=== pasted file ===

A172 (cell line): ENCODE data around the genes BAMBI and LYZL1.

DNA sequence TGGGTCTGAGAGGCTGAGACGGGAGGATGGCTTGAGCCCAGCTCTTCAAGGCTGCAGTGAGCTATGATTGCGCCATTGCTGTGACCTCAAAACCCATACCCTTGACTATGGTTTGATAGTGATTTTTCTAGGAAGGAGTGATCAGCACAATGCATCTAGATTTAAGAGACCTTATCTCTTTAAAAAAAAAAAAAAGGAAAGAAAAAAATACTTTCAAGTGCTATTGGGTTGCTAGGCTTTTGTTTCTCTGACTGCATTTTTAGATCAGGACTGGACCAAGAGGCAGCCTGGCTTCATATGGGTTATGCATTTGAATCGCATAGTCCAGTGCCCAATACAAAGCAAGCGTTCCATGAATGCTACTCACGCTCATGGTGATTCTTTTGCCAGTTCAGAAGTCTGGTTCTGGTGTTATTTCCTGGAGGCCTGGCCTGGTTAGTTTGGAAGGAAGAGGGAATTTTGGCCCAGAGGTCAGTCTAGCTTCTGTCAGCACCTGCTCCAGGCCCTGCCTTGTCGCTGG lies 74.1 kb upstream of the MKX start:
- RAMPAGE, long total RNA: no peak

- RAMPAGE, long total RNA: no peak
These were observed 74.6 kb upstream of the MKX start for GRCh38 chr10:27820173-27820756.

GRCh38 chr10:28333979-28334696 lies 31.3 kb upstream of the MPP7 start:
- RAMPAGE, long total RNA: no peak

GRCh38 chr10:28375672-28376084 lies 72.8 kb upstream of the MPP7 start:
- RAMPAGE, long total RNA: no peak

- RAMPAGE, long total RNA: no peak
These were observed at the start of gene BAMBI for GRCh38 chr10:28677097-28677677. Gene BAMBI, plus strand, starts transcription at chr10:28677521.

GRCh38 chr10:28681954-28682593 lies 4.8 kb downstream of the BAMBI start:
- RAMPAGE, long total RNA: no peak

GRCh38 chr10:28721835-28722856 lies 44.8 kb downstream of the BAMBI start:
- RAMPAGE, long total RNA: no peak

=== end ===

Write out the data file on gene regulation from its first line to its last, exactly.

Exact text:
A172 (cell line): ENCODE data around the genes BAMBI and LYZL1.

DNA sequence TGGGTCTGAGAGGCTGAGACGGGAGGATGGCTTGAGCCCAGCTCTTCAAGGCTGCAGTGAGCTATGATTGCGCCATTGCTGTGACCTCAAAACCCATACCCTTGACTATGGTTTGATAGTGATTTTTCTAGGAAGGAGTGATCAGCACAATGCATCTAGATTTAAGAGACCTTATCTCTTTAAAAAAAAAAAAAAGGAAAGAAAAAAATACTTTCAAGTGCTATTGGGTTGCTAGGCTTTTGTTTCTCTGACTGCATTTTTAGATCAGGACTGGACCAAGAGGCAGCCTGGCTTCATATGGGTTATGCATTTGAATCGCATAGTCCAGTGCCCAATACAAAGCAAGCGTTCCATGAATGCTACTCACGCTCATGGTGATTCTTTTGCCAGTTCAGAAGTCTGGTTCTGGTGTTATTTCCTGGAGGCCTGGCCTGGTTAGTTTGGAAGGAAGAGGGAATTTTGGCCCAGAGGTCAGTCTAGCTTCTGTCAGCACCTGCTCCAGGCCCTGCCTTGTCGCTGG lies 74.1 kb upstream of the MKX start:
- RAMPAGE, long total RNA: no peak

- RAMPAGE, long total RNA: no peak
These were observed 74.6 kb upstream of the MKX start for GRCh38 chr10:27820173-27820756.

GRCh38 chr10:28333979-28334696 lies 31.3 kb upstream of the MPP7 start:
- RAMPAGE, long total RNA: no peak

GRCh38 chr10:28375672-28376084 lies 72.8 kb upstream of the MPP7 start:
- RAMPAGE, long total RNA: no peak

- RAMPAGE, long total RNA: no peak
These were observed at the start of gene BAMBI for GRCh38 chr10:28677097-28677677. Gene BAMBI, plus strand, starts transcription at chr10:28677521.

GRCh38 chr10:28681954-28682593 lies 4.8 kb downstream of the BAMBI start:
- RAMPAGE, long total RNA: no peak

GRCh38 chr10:28721835-28722856 lies 44.8 kb downstream of the BAMBI start:
- RAMPAGE, long total RNA: no peak